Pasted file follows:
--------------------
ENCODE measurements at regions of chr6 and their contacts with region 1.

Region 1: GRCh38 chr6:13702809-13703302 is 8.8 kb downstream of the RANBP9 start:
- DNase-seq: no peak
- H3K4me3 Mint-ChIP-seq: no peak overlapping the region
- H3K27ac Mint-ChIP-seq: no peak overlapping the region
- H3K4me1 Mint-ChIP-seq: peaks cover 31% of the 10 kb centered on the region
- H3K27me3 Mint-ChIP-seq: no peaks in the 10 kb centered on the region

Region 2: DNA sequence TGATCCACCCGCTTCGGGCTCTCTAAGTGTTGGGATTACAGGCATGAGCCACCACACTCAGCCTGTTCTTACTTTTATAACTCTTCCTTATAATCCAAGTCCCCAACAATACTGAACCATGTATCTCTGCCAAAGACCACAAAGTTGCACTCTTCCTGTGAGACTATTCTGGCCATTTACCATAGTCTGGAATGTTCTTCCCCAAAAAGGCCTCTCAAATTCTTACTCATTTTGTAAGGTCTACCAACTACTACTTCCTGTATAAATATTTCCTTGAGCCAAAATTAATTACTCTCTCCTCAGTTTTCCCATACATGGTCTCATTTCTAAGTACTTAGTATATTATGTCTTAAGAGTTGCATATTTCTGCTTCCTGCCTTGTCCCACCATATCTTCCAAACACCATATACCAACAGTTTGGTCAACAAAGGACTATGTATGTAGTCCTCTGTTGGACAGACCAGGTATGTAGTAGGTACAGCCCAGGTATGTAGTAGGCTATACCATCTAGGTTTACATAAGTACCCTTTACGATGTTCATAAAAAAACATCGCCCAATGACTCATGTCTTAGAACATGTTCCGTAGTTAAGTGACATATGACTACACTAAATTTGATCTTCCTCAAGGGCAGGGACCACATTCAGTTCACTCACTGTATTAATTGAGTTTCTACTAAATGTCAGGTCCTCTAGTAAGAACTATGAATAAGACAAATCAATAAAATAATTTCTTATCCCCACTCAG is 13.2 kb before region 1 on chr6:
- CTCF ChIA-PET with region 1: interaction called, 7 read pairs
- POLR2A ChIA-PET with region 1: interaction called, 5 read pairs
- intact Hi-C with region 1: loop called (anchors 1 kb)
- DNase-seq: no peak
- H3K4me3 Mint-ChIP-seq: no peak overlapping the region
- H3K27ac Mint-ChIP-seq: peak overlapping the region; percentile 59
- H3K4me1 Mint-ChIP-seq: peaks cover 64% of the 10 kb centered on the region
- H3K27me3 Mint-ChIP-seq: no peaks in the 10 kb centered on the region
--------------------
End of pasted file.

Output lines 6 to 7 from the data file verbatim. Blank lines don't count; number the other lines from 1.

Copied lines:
- H3K4me1 Mint-ChIP-seq: peaks cover 31% of the 10 kb centered on the region
- H3K27me3 Mint-ChIP-seq: no peaks in the 10 kb centered on the region